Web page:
Tuesday, March 11, 2014

Get Ready for a Palm Springs Weekend!

Stefanie Powers and Troy Donahue.
As soon as Troy Donahue starts warbling "Live Young" over the opening credits, it's clear that you'll either find Palm Springs Weekend to be nostalgic fun or a dated disaster. I fall into the former camp; I hold a special affection for the fluffy teen pics of the 1960s, from classics like Beach Blanket Bingo to lesser-known imitations like Swingin' Summer. Unlike many of those youth films, Palm Springs Weekend isn't a musical, though it does boast the only known duet between Ty (Bronco) Hardin and Jerry Van Dyke. Plus, it offers something that its competitors can't--a wealth of promising young performers who were all under contract to Warner Bros. at the time.

Ty Hardin and Connie Stevens.
Written by Earl Hamner, Jr. (who would later create The Waltons), Palm Springs Weekend opens with the spring vacation invasion of the famed California resort city. College basketball star Jim Munroe (Donahue) and his teammates believe they have elluded their coach en route from L.A. to Palm Springs. Alas, their crafty coach (Jack Weston) is onboard the bus, too, and his presence puts a crimp in their plans. That doesn't stop Jim from meeting Gail (Connie Stevens), who also claims to be a college student seeking fun in the sun.

Robert Conrad as the rich bad boy.
But romance isn't in the cards for Jim and Gail. She becomes wooed by both a rich bad boy (Robert Conrad) and a nice Hollywood stunt man named Stretch (Hardin). Meanwhile, Jim hooks up with Palm Springs local Bunny (Stefanie Powers), whose father is the grumpy chief of police. As if there was any doubt that love is the air, Coach Campbell becomes smitten with the motel owner (Carole Cook) and Jim's pal Biff (Van Dyke) finds love with Gail's roommate Amanda (Zeme North). Just to make sure things don't get too icky with all the romance, there's a young brat named Boom Boom (Billy Mumy), who wreaks havoc by turning the swimming pool into a giant bubble bath.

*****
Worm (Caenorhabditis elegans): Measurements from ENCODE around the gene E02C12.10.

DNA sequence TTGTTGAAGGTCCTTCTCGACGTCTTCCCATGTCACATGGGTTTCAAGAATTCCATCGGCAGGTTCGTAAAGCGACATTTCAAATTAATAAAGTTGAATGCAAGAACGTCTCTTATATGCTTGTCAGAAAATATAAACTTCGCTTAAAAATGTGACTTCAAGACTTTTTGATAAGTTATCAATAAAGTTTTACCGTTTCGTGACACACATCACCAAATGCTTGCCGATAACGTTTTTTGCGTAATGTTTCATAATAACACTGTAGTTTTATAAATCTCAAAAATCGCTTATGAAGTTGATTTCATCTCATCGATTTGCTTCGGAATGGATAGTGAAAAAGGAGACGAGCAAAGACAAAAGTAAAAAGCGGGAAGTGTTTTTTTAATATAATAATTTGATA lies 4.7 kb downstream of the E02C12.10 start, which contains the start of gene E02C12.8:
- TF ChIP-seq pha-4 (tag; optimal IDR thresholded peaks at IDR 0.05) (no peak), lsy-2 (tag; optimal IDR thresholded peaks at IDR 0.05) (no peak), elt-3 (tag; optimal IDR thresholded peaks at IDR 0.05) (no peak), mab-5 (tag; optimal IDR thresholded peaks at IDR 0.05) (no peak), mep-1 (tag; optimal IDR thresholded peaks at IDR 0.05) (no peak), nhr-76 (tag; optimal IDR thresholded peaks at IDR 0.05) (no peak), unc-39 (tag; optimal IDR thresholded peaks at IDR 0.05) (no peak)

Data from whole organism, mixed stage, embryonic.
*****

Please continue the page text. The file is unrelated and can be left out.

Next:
Yes, Palm Springs Weekend is frequently silly, but the peppy young cast keeps it entertaining and never lets the proceedings turn into a spoof. There's even a modest amount of depth to some of the characters. Conrad's troublemaker turns out to be a lonely lad dealing with an absentee father. Connie Stevens' Gail is actually a high school student named Jane, whose identity crisis almost leads to a bad situation. Still, Palm Springs Weekend has no illusions of being taken seriously, not even to the point of Gidget or Where the Boys Are (both of which dealt fleetingly with more mature themes).

Jerry Van Dyke and Zeme North, whose
career fizzled in the late 1960s.
Interestingly, about half the Palm Springs Weekend cast was appearing in Warner Bros. TV series concurrently and the other half were set to launch long-running TV careers. Ty Hardin was starring in the Western Bronco, a spinoff of Cheyenne that was created when Clint Walker had a contract dispute with Warners. Robert Conrad and Connie Stevens both appeared in the exotic detective series Hawaiian Eye (Conrad later starred in Wild, Wild West). Troy appeared in the Miami-set private eye series Surfside 6. Stefanie Powers would become The Girl from U.N.C.L.E. before the decade ended and Billy Mumy would gain fame as Will Robinson in Lost in Space. Jerry Van Dyke appeared in many sitcoms, the most unususal being My Mother the Car, in which his deceased mother was reincarnated as a 1928 antique auto voiced by Ann Sothern. Decades later, he'd have greater success as a supporting player on the sitcom Coach.

The bottom line is that if you like these performers and enjoy the "1960s teen pic" genre, Palm Springs Weekend is a celluloid gretaway for you.


  1. No channel switching for me, Rick. I enjoy this genre, too! Connie and Troy are a lot of fun. It is fun to see them as a couple in Delmer Dave's "Parrish." Zeme North held her own babysitting uber brat Billy Mumy, too. The scene of the swimming pool reminded me of one quite similar to it in "The Thrill of It All," with Doris Day and James Garner. This post was quite fun, Rick. Great job!

  2. A splendid and informative post, Rick! I haven't seen this film, but this month at the Café has sparked my interest in movies such as this and the BEACH PARTY films. Plus, this stars Connie Stevens, who's good, and I also really liked Stefanie Powers in the Hammer film, FANATIC (aka DIE! DIE! MY DARLING!). Thanks for sharing this film with the Café readers!

  3. Rick, my favorite of this genre is Where the Boys Are, with Palm Springs Weekend a very close second. I thought these movies were so romantic as a young teenager, and I had a very large crush on Robert Conrad. He was a nasty guy in Palm Springs until you fond out why. All of these young stars were such fun and I always wished I looked like Stefanie Powers! I loved her voice, too!

    I haven't seen it in quite a while, but it was fun to be reminded of the characters and events I enjoyed so much. Good one, Rick!

  4. Troy Donahue played Philip Barton in later episodes of 'Hawaiian Eye'

  5. For me the guys in this (Troy, Ty, and Robert Conrad) make it very watchable. Not so Connie Stevens and Stefanie Powers, two of my least favorite 60s starlets.Wish WB would have cast Diane McBain in one of the roles. That aside, I still find it a fun rip-off of Where the Boys Are with the desert substituting for the beach. And humorous subplot with bratty Billy Mumy and harried Carole Cook as his mother.